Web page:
Listing 1.1 contains a simple web page for a fictional "Great Estates" housing development that embeds a Silverlight logo at the top using the OBJECT element.

LISTING 1.1 A Web Page with Embedded Silverlight Content

<html>
 <head>
  <title>Great Estates</title>

 </head>
 <body style="background:blue">
  <!— A Silverlight-based logo: >
  <object type="application/x-silverlight" id="silverlightControl"

   width="390" height="100">
   <param name="background" value="Yellow"/>
   <param name="source" value="Chapter1.xaml"/>

  </object>
  <p style="font-family:Tahoma; color:white">
   An idyllic new community located high on a hill and offering captivating
   waterfront views. Tailored to meet both the needs of upsizing and
   downsizing buyers, Great Estates offers custom quality architecture and
   design at an affordable price point.
  </p>
 </body>
</html>

The id, width, and height attributes on the OBJECT element work the same way as on elements such as DIV, TABLE, and so on. For example, width and height can be specified in absolute pixel values or as a percentage. The type attribute refers to the MIME type of the add-on content. The Silverlight add-on is invoked by the host browser for any content of type application/x-silverlight.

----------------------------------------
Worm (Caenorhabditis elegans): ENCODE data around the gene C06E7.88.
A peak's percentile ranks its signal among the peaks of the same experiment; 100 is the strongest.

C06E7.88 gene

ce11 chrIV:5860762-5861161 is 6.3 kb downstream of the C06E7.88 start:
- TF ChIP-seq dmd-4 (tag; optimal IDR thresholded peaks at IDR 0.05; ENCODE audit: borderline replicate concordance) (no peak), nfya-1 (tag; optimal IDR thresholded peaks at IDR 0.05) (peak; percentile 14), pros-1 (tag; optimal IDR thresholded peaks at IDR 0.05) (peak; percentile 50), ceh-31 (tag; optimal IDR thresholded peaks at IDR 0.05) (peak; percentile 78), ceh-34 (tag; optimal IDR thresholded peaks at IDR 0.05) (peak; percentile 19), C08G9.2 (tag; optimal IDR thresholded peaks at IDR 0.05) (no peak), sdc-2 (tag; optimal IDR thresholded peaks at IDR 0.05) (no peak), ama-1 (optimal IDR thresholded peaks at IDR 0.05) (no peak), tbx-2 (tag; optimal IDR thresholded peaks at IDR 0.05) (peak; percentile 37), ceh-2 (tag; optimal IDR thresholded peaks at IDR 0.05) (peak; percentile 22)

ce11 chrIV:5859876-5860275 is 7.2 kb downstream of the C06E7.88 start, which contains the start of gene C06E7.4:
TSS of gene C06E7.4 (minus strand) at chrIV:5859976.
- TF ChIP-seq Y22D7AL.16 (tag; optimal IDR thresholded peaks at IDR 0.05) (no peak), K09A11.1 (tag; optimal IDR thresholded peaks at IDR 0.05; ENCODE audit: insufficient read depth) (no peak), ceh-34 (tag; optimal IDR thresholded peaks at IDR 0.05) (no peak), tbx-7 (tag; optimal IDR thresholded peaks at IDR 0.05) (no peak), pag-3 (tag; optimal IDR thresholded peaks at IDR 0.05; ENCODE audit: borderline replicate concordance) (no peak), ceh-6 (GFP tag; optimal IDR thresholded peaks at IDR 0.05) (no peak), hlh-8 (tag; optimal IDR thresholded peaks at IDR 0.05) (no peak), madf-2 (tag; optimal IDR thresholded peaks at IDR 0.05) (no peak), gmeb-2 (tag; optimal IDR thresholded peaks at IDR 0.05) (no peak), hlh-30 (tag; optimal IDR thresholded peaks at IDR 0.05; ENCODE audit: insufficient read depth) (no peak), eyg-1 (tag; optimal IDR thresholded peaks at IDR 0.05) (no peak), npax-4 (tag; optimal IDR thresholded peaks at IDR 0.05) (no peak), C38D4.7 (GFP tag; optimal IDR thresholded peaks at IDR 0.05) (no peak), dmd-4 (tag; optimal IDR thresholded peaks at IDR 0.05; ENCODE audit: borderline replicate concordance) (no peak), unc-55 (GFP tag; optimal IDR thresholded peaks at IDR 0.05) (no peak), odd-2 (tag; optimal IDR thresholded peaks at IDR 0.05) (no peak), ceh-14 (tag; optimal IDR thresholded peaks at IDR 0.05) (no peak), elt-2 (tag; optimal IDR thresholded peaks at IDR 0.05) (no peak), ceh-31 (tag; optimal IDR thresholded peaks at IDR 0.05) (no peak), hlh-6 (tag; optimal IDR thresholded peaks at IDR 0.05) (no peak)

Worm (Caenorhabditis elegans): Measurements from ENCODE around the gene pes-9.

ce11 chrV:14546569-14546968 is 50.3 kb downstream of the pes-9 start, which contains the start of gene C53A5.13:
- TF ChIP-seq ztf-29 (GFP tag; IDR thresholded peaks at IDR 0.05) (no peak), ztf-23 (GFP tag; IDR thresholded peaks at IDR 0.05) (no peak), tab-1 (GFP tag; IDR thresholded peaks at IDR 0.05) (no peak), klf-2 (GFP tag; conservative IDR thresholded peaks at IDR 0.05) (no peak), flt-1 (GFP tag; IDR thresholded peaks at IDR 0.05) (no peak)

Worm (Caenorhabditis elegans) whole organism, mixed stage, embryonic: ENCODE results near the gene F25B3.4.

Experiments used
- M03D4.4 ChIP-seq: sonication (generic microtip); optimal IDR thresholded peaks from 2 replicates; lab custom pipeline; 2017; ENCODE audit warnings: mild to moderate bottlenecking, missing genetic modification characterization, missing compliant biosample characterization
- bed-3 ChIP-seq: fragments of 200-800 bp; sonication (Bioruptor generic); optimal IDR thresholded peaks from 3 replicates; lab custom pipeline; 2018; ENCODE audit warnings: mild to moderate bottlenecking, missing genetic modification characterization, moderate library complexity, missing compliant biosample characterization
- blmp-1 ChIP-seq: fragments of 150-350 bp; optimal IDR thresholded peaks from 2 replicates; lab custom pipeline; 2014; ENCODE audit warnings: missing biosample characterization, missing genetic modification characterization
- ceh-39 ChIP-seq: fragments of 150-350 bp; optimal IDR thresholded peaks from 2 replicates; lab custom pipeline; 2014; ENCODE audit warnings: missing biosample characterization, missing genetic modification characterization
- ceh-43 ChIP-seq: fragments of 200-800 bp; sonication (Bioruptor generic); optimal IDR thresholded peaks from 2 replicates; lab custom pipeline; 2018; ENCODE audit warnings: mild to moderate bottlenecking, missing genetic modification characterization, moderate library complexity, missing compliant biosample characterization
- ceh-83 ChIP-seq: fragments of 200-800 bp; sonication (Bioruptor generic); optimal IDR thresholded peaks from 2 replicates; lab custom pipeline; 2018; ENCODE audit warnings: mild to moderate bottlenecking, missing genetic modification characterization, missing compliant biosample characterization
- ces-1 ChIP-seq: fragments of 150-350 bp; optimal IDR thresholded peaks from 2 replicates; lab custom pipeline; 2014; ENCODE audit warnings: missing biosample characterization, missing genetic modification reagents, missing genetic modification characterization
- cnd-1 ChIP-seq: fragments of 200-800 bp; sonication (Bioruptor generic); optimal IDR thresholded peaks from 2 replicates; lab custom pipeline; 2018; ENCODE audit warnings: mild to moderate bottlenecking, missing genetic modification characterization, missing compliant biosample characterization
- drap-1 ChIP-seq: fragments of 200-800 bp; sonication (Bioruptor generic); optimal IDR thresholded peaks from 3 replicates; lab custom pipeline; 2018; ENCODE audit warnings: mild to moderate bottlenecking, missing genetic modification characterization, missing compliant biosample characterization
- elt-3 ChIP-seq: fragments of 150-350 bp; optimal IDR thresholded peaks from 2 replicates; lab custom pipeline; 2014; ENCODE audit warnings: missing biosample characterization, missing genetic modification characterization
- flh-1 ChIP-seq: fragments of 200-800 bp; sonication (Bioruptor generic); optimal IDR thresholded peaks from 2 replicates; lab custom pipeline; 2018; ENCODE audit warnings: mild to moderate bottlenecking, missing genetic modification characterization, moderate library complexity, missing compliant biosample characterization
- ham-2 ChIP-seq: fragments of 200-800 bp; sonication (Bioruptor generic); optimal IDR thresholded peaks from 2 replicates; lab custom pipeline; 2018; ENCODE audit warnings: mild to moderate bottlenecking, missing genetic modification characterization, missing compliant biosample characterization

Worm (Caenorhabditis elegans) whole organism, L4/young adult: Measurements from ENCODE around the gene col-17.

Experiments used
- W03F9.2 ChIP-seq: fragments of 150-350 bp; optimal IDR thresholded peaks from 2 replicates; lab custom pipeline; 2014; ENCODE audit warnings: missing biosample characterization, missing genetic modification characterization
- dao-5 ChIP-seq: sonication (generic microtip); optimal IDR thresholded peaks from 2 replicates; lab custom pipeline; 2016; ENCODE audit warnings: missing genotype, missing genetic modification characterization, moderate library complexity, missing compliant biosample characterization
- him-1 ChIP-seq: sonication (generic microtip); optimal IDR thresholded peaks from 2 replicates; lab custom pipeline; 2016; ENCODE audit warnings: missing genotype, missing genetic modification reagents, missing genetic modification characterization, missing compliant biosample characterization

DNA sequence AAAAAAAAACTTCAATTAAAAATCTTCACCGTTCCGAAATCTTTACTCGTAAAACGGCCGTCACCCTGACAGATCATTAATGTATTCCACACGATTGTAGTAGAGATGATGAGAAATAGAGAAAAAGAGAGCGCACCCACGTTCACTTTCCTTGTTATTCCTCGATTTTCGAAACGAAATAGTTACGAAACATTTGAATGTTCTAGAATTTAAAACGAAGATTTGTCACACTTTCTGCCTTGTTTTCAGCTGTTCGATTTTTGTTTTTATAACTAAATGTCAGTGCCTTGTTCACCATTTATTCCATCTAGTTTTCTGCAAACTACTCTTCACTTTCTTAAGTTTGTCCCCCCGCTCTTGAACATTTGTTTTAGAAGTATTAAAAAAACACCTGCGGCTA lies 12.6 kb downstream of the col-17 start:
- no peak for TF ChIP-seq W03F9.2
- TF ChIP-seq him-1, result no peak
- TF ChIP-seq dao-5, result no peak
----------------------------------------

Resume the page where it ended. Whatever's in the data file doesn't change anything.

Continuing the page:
The Silverlight add-on supports several custom parameters, covered later in the "Understanding Your Hosting Options" section. In this example, the background parameter is set to fill the 390x100 region with the color yellow, and the source parameter is pointing to a separate XAML file containing the content to be rendered on top of the yellow background. This XAML file, Chapter1.xaml, is shown in Listing 1.2.

LISTING 1.2 Chapter1.xaml—A XAML File Containing a Logo

<Canvas xmlns="http://schemas.microsoft.com/client/2007">
 <MediaElement Name="video" Source="Lake.wmv" Opacity="0" IsMuted="true"/>

 <!--<span class="code-comment"> A circle containing a live video: --></span>
 <Ellipse Width="100" Height="100">
  <Ellipse.Fill>
   <VideoBrush SourceName="video"/>

  </Ellipse.Fill>
 </Ellipse>
 <!--<span class="code-comment"> Two pieces of text: --></span>
 <TextBlock FontFamily="Georgia" Foreground="Blue" FontStyle="Italic"

  FontSize="40" Canvas.Left="125" Canvas.Top="20" Text="Great Estates"/>
 <TextBlock Foreground="Blue" Canvas.Left="110" Canvas.Top="70"

  Text="Luxurious Living at an Affordable Price"/>
 <!--<span class="code-comment"> Curves and a line: --></span>
 <Path Stroke="Red" StrokeThickness="4">
  <Path.Data>

   <PathGeometry>
    <PathFigure StartPoint="0,65">
     <ArcSegment SweepDirection="Clockwise" Size="2,2" Point="25,65"/>

     <ArcSegment SweepDirection="Clockwise" Size="2,2" Point="50,65"/>
     <ArcSegment SweepDirection="Clockwise" Size="2,2" Point="75,65"/>

     <ArcSegment SweepDirection="Clockwise" Size="2,2" Point="100,65"/>
     <LineSegment Point="390,65"/>
    </PathFigure>

   </PathGeometry>